As renowned nutrition expert Marion Nestle so eloquently put it in her Scientific American blog post today, “But let’s keep this in perspective. Healthful diets are based on foods, not food products. We would all be healthier eating foods that do not come with Nutrition Facts panels, and saving most of those that do for once-in-a-while occasions.”

 

 

If Diets Don’t Work…What Does?

10 May

If Diets Don’t Work…What Does?

This weekend the New York Times attacked the topic of “Why You Can’t Lose Weight on a Diet”. The article, written by neuroscientist Sandra Aamodt led with, “The problem isn’t willpower. It’s neuroscience. You can’t – and shouldn’t – fight back.”

Dr. Aamodt is the author of the forthcoming book “Why Diets Make us Fat” and is herself a proponent of abandoning diets in favor of behaviors that will improve our health and extend our lives.

I had the good fortune to be featured along with with Sandra Aamodt on today’s KQED Forum radio program in San Francisco with host Michael Krasny. The purpose of the episode was to analyze research showing that diets do not result in long-term weight loss and how they might even lead to weight gain.

The precipitating publication that spawned interest in this topic was a recent article in the journal Obesity that followed “The Biggest Loser” competitors 6 years after their appearance on the show. As you can probably guess, 6 years out weight loss was not a foregone conclusion for the Biggest Losers.

Since the show’s finale, the 14 Biggest Loser participants analyzed in the study had regained 70 percent of the weight they initially lost. And perhaps even more interesting, these losers were burning approximately 500 less calories per day than other people their age and size.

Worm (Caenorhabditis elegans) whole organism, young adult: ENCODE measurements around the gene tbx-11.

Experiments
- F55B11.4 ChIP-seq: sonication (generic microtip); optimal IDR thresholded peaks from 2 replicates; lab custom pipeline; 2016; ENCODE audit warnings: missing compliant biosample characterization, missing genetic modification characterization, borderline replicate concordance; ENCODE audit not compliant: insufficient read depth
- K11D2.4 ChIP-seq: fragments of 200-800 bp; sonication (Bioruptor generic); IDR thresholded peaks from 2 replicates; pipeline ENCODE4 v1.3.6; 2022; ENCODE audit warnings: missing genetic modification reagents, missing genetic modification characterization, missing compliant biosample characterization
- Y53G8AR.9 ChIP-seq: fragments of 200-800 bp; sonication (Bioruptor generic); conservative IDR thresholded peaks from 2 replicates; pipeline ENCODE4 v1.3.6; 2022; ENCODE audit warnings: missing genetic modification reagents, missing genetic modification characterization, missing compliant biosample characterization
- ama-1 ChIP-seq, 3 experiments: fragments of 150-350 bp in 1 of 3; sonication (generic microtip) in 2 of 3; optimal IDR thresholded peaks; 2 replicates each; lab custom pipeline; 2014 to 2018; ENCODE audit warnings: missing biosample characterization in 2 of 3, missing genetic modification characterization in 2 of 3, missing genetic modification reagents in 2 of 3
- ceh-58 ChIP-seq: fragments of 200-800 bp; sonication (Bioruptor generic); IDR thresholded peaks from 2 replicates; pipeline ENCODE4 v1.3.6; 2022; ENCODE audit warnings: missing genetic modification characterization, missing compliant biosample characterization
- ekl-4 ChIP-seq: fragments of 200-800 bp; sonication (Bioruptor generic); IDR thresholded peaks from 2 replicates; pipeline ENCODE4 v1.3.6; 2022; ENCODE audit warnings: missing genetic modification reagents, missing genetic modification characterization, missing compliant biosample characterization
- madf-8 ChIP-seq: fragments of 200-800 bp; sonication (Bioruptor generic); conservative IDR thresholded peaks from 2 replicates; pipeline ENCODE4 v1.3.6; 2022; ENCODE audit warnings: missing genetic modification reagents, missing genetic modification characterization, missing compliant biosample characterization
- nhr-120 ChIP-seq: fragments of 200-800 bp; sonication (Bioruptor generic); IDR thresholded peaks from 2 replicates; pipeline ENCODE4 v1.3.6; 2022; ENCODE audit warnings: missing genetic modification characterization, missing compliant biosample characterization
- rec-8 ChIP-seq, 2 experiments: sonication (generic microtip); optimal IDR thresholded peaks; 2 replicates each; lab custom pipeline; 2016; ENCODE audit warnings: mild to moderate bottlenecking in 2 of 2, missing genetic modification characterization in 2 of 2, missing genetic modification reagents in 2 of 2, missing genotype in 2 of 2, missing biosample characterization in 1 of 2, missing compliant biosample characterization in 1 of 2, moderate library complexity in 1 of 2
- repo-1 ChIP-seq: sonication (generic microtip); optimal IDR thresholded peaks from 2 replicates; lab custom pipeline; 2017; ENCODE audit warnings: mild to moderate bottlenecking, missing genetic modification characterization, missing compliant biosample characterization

The neuroscience tie-in that Sandra Aamodt is looking at questions what we know as the set point. The set point is that target weight your body is going to fight to keep you at, no matter how hard you try to get below it. And dieting that pushes your weight below your body’s set point results in you burning fewer calories and ultimately messing with your body’s metabolic rate.

One challenge lies in quantifying your “set point” or your body’s “metabolic rate”. These aren’t numbers on a scale or values in your blood that can be easily measured. Sandra and her team are instead analyzing the powerful interplay between cyclical feasting and fasting, one’s genetic makeup and ultimately their weight outcomes.

Her findings may surprise fad diet adherents: diets that require you to cut calories below your baseline needs have the opposite of their intended effect – they result in lower metabolic rates which ultimately impede weight loss and may even contribute to net weight gain.

So what’s a dieter to do? Here are a few takeaway messages from today’s show: